# Question 39f99

Nov 5, 2015

Here's what I got.

#### Explanation:

A substance's specific heat tells you how much heata is needed to increase the temperature of $\text{1 g}$ of that substance by ${1}^{\circ} \text{C}$.

The equation that establishes a relationship between heat absorbed and increase in temperature looks like this

$\textcolor{b l u e}{q = m \cdot c \cdot \Delta T} \text{ }$, where

$q$ - the heat absorbed by the sample
$m$ - the mass of the sample
$c$ - the specific heat of the substance
$\Delta T$ - the change in temperature, defined as the final temperature minus the initial temperature

In your case, you know that

• your metal sample has a mass of $\text{15.0 g}$
• the temperature of the sample increases from ${25.00}^{\circ} \text{C}$ to ${32.00}^{\circ} \text{C}$ after adding $\text{178.1 J}$ worth of heat to it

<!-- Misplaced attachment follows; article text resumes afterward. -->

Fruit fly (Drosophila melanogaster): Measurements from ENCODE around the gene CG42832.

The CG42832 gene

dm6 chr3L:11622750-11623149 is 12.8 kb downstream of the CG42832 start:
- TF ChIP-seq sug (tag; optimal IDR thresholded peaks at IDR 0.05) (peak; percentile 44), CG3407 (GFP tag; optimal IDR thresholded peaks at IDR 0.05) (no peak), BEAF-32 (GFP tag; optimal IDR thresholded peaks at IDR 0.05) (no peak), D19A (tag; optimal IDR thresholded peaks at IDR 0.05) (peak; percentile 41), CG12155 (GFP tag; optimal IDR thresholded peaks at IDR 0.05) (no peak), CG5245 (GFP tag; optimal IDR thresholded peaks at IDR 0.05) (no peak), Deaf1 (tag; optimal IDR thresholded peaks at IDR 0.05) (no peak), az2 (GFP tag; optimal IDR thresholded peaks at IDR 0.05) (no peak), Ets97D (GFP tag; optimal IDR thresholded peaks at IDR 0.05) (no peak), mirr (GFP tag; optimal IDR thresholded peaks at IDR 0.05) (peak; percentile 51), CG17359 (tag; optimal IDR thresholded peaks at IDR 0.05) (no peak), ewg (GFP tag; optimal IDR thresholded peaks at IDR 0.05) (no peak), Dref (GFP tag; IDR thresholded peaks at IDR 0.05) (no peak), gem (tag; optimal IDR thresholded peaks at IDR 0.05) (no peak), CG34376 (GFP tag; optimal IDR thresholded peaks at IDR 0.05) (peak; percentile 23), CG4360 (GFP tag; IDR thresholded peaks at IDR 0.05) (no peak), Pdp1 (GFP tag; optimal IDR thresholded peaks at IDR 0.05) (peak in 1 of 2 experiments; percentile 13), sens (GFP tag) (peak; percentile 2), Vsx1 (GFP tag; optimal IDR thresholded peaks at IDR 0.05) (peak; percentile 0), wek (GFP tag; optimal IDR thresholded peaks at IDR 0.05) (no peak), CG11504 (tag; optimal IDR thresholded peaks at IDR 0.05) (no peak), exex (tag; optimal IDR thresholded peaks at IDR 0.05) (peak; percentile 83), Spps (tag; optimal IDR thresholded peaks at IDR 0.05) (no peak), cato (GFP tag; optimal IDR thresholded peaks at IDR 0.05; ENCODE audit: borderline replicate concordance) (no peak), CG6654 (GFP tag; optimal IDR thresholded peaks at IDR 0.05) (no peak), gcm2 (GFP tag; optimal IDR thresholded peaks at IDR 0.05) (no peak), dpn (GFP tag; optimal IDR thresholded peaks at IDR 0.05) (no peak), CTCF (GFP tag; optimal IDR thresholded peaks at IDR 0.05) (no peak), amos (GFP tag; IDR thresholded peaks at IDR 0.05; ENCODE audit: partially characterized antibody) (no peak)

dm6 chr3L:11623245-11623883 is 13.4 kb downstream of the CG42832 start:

So, plug in your values and solve for $c$, the specific heat of the metal

$c = \frac{q}{m \cdot \Delta T}$

c = "178.1 J"/("15.0 g" * (32.00 - 25.00)^@"C") = color(green)(1.70"J"/("g" ""^@"C"))#

SIDE NOTE This is a very high value to get for the specific heat of a metal, so make sure that you double-check the values you were given for heat absorbed, mass, and temperature change.

The way I see it, either the mass of the sample or the temperature change are too small, or the amount of heat absorbed is too high.